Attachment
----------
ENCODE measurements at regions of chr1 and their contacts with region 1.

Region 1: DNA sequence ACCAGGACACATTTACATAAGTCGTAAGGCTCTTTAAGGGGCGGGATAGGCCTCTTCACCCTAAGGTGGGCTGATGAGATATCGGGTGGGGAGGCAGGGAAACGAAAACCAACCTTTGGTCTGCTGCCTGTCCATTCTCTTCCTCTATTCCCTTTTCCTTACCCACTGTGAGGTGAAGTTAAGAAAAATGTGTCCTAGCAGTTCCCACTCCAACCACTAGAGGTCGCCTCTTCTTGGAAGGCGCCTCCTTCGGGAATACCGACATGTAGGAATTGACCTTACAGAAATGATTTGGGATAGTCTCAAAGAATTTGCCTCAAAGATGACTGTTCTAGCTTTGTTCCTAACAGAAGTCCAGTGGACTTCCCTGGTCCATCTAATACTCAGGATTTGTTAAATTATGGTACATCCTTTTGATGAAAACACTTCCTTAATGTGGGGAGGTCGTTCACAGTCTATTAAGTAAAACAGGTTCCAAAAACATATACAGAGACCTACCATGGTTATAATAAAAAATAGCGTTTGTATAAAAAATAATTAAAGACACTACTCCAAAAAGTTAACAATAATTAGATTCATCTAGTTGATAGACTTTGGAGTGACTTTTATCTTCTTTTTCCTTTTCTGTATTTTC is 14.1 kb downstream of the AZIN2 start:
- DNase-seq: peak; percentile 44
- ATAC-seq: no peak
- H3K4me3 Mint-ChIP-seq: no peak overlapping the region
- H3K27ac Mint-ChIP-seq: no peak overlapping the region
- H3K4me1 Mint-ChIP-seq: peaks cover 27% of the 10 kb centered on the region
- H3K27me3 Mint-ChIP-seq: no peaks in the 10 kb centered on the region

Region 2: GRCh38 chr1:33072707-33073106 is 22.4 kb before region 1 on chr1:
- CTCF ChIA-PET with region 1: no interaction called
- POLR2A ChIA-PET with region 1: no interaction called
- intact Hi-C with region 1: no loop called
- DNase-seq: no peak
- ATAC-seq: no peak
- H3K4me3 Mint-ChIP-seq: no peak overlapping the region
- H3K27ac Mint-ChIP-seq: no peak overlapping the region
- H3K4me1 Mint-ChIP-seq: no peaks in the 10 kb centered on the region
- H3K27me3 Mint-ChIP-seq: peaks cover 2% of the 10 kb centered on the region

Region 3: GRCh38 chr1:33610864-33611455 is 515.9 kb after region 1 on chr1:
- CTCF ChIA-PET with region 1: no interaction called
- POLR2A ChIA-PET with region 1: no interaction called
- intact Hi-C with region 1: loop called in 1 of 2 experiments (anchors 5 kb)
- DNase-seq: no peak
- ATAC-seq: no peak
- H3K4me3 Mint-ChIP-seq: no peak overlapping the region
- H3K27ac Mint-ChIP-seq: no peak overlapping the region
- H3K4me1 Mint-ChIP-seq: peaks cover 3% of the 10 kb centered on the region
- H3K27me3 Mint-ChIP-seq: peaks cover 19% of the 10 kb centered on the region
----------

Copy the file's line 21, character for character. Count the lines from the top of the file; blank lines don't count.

- POLR2A ChIA-PET with region 1: no interaction called